“For me impostor syndrome is a feeling of being well out of your depth. Internally you know you’re not experienced enough or qualified enough to justify being there. Yet you are there. And you have to figure a way out because you can’t just get out.”

The Australian Financial Review‘s 2017 Rich List named Mr Cannon-Brookes, 37 and a Sydneysider, as the nation’s 17th most wealthy individual with a personal fortune of $2.51 billion. He co-founded Atlassian , a collaboration software company that helps teams organise, discuss and complete shared work. More than 68,000 organisations – including eBay, Twitter, Coca-Cola, Visa, BMW and NASA – use Atlassian’s products.

Mr Cannon-Brookes joked he had met his wife posing as an impostor.

A weekly commuter to San Francisco some years back, he was in the Qantas lounge when she approached mistaking him for somebody else. He did not disabuse her of her initial impression.

“Classic Aussie bullshit became some sort of forward movement and a phone number … a decade later she is my wife and we have four children,” he said.

Mr Cannon-Brookes thought most successful people “felt like frauds” but the key was to realise they were out of their depth and harness self-doubt as a force for good.

Recently, when South Australia had a power crisis he saw something on Twitter that Tesla thought it could solve the situation so he fired off some tweets only to see the media descend on him as “some sort of expert in energy”.

At the time, he said, he did not know the difference between a AA battery and 100 megawatt battery.

“A chronic case of  impostor syndrome … I remember thinking, ‘I’ve kind of started something here I can’t really get out. If I abandon the situation, I could set back renewables in Australia and maybe look like a complete idiot on Twitter’. All I could do was to not freeze and try to learn,” he said.

He ended up brokering talks between Tesla boss Elon Musk, South Australian Premier Jay Weatherill and PM Malcolm Turnbull on the nation’s energy shortages.

Henry Sapiecha


Ex-NAB planner banned after stealing $2.3 million, another fights ban

A former NAB financial planner has been permanently banned from the industry after pleading guilty to misappropriating $2.3 million from a client who worked as a nurse.

Patrick Simon Mitchell, of Tasmania, was sentenced to eight years’ jail in March after being convicted of 25 counts of stealing in the Supreme Court of Tasmania.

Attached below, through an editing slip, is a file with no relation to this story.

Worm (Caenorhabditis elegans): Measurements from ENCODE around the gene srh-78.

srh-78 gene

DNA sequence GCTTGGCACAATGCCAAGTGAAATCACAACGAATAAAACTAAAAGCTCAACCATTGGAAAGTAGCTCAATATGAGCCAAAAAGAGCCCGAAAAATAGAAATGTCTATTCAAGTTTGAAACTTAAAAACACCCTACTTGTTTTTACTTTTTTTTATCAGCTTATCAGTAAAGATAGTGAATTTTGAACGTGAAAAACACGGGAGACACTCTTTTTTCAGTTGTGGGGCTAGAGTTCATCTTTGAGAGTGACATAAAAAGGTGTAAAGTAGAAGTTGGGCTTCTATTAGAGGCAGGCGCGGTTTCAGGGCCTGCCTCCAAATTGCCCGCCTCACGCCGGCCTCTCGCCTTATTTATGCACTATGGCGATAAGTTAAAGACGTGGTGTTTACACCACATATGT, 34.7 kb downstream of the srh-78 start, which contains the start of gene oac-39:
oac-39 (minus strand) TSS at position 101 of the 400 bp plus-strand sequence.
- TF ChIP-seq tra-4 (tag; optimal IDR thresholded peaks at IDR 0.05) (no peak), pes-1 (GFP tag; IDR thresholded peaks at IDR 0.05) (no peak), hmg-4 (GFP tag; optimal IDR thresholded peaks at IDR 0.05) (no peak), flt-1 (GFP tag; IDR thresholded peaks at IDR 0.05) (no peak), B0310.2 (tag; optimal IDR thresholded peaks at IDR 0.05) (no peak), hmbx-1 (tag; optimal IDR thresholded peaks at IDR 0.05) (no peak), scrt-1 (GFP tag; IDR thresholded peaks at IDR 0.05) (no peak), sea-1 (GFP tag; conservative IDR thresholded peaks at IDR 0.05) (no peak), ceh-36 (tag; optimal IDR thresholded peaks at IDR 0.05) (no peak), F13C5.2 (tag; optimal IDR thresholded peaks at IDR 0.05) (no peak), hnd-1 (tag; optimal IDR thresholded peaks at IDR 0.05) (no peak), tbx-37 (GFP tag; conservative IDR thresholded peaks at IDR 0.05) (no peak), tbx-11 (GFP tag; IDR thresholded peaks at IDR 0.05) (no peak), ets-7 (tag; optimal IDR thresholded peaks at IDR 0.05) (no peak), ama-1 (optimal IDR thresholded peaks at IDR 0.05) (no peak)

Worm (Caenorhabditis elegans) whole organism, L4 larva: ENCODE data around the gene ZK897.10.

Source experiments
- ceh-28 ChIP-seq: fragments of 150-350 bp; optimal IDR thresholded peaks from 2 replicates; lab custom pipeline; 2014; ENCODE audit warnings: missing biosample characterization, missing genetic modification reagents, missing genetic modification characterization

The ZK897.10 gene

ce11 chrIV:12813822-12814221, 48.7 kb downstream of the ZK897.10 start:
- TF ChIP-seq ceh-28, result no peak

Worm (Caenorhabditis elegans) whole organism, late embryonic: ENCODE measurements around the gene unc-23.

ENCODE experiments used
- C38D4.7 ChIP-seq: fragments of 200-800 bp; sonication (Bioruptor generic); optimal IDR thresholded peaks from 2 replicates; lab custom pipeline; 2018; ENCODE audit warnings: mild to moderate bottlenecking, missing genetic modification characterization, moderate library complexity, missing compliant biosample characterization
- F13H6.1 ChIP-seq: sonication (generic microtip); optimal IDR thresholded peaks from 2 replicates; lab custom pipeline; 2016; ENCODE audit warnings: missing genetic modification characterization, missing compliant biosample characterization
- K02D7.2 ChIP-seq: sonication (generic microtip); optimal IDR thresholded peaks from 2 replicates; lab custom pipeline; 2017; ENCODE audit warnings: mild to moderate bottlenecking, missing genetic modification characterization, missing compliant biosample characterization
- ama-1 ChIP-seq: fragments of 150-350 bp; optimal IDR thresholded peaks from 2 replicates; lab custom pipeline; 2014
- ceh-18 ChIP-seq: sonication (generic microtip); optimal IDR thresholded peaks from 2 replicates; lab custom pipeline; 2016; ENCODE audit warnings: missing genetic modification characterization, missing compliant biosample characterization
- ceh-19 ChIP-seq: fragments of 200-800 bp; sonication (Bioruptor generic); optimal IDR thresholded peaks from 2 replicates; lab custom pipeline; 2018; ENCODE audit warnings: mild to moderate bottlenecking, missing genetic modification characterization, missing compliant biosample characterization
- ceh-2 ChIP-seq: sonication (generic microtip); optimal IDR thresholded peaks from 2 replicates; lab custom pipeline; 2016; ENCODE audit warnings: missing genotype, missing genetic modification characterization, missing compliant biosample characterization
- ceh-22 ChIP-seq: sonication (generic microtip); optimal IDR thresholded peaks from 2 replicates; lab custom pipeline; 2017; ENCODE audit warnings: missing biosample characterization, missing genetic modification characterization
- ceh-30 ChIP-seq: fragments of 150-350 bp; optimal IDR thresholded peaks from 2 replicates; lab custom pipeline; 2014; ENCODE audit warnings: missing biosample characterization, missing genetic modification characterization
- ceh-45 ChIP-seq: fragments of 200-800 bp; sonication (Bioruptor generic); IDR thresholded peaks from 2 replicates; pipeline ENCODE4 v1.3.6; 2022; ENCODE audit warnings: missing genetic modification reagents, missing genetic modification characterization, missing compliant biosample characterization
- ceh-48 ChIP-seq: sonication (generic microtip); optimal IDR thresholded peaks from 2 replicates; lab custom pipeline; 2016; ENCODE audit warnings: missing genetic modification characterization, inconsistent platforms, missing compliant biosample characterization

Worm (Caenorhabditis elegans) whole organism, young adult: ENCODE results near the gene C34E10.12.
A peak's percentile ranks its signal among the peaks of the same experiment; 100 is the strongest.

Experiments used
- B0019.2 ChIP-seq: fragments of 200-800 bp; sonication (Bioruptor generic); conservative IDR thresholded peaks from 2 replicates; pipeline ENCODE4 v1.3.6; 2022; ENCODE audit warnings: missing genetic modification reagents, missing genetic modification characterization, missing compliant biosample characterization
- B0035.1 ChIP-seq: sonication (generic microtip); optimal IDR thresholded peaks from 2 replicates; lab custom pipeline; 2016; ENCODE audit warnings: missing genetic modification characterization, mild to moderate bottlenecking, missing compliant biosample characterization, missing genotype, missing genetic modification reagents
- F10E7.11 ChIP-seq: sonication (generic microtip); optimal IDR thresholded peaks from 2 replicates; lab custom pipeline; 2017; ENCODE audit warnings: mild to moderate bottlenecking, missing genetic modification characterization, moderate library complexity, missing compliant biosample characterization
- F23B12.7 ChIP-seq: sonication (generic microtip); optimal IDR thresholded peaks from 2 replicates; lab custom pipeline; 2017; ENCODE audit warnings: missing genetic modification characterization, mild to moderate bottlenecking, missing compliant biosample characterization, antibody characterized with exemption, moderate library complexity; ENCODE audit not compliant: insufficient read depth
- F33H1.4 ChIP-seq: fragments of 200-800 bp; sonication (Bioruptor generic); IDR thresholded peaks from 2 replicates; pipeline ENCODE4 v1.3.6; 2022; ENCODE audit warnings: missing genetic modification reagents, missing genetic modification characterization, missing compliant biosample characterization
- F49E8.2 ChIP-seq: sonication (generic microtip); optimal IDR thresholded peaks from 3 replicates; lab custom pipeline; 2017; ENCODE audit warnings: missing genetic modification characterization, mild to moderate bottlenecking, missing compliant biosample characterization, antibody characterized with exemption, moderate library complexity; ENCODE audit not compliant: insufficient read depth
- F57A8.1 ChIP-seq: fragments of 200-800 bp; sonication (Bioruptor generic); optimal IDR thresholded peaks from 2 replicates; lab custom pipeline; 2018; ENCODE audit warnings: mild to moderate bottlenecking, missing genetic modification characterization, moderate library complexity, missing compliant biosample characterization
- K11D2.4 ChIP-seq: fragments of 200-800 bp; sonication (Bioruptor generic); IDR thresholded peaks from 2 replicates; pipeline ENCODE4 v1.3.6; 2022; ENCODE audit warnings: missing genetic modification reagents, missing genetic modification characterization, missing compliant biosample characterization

The charges relate to money stolen through 25 separate transactions from a nurse who had accumulated the funds through inheritance and careful savings, the court heard.

The funds were moved out of her account over four years, during which time Mitchell was a representative of NAB’s subsidiary, MLC.

The Australian Securities and Investments Commission said the ban was effectively immediately.

“ASIC will act to remove people from the financial services industry who act dishonestly and breach the trust of their clients,” ASIC deputy chairman Peter Kell said.

Approached for comment, NAB issued a statement from Garvan Financial Planning, the MLC subsidiary in which Mr Mitchell worked, saying it had alerted police and ASIC to the matter.

“Advisers must do the right thing by their customers at all times, but this was not the case for Mr Mitchell,” Garvan General Manager Matthew Fogarty said.



Mr Fogarty said Garvan was working with the victim to help compensate her.

It comes as the corporate regulator fights to reinstate another ban on a separate ex-NAB financial planner in the Federal Court in Melbourne.

Gerard McCormack, of South Melbourne, was banned for five years by the regulator last year after being embroiled in a case of “mistaken identity” in which he assisted a client forge false withdrawal forms worth $275,000.

Fairfax revealed in January that Mr McCormack instructed his client John Wright to forge his own signature in order to obtain the $275,000, which Mr McCormack believed belong to him but in fact belonged to another John Wright.

Mr McCormack tried to fix the problem without alerting authorities but was banned by ASIC in March last year for misleading and deceptive conduct.

The Administrative Appeals Tribunal overturned the ban in December, deeming Mr McCormack did not have ill intent and did not benefit financially from the conduct.

In an appeal of the AAT’s decision, ASIC told the court Mr McCormack’s case, although bizarre, warranted serious consequences.

“The tribunal hasn’t looked at the conduct, it has looked at the circumstances,” ASIC’s counsel said.

It said Mr McCormack’s conduct was dishonest and that his banning was necessary to promote confidence in the financial sector.

“This is someone, a financial planner, who has deliberately deceived,” counsel said.

Mr McCormack’s lawyers told the court his behaviour was “genuine but misguided”.

“What separates honest and dishonest conduct is the intent,” barrister Rachel Ellyard said.

The AAT overturned ASIC’s ban on Mr McCormack in December, following Mr McCormack’s application for review.

While finding that Mr McCormack did breach the Corporations Act, it found that Mr McCormack’s concern was “solely for that of his client”.

His lack of financial gain and perfect disciplinary record prior to the incident was also taken into account.

Justice David O’Callaghan reserved judgment in the matter.

NAB would not comment on Mr McCormack’s case as the matter was before court.

Henry Sapiecha